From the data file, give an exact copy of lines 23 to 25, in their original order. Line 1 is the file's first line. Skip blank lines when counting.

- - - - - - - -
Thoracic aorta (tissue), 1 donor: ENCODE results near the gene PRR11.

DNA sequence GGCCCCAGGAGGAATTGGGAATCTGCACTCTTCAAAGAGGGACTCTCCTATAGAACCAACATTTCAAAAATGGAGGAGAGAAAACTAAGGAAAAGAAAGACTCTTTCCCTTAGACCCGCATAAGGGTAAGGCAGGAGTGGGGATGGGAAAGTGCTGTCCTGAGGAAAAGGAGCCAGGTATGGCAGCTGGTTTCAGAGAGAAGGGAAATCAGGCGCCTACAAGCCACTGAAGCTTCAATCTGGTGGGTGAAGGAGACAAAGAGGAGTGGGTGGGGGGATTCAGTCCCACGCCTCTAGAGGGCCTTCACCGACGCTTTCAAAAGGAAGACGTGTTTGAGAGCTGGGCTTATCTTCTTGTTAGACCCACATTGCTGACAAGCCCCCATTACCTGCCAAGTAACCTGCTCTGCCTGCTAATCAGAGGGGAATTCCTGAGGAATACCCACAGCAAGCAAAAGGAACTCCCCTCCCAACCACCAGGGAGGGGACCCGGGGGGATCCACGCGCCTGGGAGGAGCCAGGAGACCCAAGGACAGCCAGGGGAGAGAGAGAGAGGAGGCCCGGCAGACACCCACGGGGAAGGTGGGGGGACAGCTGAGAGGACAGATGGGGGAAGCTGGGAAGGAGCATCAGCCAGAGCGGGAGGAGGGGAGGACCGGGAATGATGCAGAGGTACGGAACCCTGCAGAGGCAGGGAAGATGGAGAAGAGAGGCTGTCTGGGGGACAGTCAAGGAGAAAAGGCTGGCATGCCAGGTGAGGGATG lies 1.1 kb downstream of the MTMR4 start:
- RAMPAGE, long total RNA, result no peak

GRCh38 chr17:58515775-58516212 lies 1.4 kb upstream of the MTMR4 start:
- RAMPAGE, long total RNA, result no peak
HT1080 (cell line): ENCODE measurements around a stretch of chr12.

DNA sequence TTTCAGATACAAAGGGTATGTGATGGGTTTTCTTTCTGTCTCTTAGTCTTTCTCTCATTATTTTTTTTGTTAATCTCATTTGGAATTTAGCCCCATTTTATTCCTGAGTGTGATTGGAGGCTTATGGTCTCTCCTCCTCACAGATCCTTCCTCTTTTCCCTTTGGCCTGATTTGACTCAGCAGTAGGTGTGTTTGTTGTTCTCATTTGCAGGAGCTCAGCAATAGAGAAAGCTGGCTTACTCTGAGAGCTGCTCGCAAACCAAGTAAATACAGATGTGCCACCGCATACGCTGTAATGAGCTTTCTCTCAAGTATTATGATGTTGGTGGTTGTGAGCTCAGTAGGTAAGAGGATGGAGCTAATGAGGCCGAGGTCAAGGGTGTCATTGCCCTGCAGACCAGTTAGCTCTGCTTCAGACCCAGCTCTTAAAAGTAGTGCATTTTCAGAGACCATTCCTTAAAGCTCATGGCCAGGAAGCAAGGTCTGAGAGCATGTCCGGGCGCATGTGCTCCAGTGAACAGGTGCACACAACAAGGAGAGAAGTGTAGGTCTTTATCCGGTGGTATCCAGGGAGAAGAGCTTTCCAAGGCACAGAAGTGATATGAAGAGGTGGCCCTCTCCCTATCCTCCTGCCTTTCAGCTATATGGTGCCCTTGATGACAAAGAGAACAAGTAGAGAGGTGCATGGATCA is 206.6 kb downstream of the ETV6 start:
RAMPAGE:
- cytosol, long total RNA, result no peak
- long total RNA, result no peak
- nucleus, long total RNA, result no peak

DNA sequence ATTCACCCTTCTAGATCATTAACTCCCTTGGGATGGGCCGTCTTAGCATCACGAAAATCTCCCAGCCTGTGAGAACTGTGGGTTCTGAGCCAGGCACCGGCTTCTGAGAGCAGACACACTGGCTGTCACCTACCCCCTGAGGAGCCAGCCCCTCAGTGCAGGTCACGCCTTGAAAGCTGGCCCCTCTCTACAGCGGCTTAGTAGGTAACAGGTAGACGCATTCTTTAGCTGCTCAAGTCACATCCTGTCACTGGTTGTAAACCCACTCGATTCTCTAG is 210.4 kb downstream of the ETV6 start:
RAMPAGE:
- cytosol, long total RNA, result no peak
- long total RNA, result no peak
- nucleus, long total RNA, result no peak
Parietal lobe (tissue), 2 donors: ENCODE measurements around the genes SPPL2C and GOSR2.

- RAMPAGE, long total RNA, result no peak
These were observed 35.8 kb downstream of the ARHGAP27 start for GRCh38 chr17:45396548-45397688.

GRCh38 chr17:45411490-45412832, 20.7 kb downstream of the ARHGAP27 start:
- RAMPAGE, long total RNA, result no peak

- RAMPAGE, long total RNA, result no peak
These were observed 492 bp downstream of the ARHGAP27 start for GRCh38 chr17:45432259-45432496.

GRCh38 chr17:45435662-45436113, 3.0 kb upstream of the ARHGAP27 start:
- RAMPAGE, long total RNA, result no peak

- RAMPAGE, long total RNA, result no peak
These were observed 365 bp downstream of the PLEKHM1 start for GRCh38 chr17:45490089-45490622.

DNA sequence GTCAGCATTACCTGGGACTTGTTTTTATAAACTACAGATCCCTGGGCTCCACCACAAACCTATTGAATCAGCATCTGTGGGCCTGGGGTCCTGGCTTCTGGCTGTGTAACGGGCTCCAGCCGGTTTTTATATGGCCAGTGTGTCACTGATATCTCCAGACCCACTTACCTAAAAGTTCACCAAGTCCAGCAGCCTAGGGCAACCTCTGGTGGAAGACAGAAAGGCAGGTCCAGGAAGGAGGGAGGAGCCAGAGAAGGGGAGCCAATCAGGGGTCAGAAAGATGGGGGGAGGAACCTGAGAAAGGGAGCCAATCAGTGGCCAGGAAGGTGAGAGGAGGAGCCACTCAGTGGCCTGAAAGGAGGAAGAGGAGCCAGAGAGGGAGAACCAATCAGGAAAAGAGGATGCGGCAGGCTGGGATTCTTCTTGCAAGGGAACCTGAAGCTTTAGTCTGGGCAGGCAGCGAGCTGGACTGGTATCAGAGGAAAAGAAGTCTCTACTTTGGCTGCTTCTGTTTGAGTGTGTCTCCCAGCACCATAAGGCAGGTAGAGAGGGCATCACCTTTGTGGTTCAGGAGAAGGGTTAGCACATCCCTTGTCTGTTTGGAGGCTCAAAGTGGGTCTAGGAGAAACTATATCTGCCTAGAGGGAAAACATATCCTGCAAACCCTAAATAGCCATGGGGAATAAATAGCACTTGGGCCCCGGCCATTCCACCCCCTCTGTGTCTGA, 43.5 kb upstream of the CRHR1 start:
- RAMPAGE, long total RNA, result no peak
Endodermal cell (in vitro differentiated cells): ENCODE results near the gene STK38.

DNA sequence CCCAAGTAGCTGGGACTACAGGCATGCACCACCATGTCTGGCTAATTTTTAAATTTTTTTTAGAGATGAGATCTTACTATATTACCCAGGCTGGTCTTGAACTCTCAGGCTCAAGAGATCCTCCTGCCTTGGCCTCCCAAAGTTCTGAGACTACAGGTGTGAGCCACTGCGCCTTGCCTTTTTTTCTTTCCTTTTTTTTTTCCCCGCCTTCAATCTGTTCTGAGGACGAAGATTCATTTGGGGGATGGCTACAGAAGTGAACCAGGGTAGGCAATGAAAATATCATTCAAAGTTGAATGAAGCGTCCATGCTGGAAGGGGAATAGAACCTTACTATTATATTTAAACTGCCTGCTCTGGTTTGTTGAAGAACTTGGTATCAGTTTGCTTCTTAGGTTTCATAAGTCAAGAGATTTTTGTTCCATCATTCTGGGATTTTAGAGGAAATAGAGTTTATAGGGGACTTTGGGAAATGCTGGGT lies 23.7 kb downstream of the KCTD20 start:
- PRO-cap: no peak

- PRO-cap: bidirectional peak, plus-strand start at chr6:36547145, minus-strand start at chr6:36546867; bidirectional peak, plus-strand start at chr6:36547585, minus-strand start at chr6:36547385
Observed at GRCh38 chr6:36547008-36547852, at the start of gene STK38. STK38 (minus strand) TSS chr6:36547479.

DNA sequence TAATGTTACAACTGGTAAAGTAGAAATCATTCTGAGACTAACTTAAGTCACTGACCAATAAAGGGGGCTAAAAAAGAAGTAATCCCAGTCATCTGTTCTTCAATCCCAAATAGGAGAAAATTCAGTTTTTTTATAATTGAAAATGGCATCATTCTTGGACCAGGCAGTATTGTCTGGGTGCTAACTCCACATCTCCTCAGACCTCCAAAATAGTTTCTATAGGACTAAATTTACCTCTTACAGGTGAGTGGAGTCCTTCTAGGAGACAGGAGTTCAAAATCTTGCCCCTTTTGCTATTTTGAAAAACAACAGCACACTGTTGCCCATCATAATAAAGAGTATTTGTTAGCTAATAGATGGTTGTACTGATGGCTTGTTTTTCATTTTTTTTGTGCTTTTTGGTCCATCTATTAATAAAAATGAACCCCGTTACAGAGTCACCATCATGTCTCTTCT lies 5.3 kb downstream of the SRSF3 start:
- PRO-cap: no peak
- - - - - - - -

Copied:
These were observed 492 bp downstream of the ARHGAP27 start for GRCh38 chr17:45432259-45432496.

GRCh38 chr17:45435662-45436113, 3.0 kb upstream of the ARHGAP27 start:
- RAMPAGE, long total RNA, result no peak